Evangelical Christians need to study their history to grapple with the present

by Mr. Sheehy

As a growing number of latter-day southern white evangelicals begin pursuing racial justice, recognition that a substantial percentage of their forebears opposed the civil rights movement on religious grounds becomes ever more imperative. A hermeneutic of segregation helped produce today’s society. Achieving racial justice, then, will require evangelicals to grapple with this historical truth and counteract its historical residue. If a hermeneutic of segregation justified white flight, its historical residue makes it possible to view evidence of deeply entrenched residential segregation with an untroubled conscience. If a hermeneutic of segregation justified a retreat to segregated private schools, its historical residue has allowed the resegregation of public schools to proceed unabated. And if a hermeneutic of segregation justified maintaining segregated sanctuaries, its historical residue is profoundly felt in surveys reporting that, while 11:00 Sunday morning continues to be the most segregated hour of the week, most white Christians are just fine with that.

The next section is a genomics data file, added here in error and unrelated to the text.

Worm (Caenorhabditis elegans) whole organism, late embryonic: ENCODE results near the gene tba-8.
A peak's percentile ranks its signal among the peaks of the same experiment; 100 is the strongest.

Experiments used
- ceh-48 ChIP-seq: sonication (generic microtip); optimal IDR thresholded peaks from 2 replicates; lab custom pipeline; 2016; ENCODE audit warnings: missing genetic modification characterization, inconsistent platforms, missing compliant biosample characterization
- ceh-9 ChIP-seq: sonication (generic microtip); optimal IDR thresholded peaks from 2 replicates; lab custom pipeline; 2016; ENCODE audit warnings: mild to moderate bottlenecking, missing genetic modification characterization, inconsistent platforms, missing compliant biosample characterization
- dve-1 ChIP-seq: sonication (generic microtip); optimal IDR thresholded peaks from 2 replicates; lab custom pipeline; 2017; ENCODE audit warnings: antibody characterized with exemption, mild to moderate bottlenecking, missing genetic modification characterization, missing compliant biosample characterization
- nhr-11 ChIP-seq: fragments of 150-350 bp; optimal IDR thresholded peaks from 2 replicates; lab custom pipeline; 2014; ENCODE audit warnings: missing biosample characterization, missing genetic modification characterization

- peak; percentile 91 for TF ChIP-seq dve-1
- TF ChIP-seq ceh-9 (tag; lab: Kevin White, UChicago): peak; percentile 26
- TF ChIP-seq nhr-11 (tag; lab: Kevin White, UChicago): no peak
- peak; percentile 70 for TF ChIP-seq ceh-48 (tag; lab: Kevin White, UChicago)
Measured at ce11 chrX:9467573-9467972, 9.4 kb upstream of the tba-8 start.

J. Russell Hawkins on the history of how evangelical Christians responded to the Civil Rights movement. Within this paragraph there’s a lot to justify not only a vastly different approach to race in the church, but the importance of diligently studying history.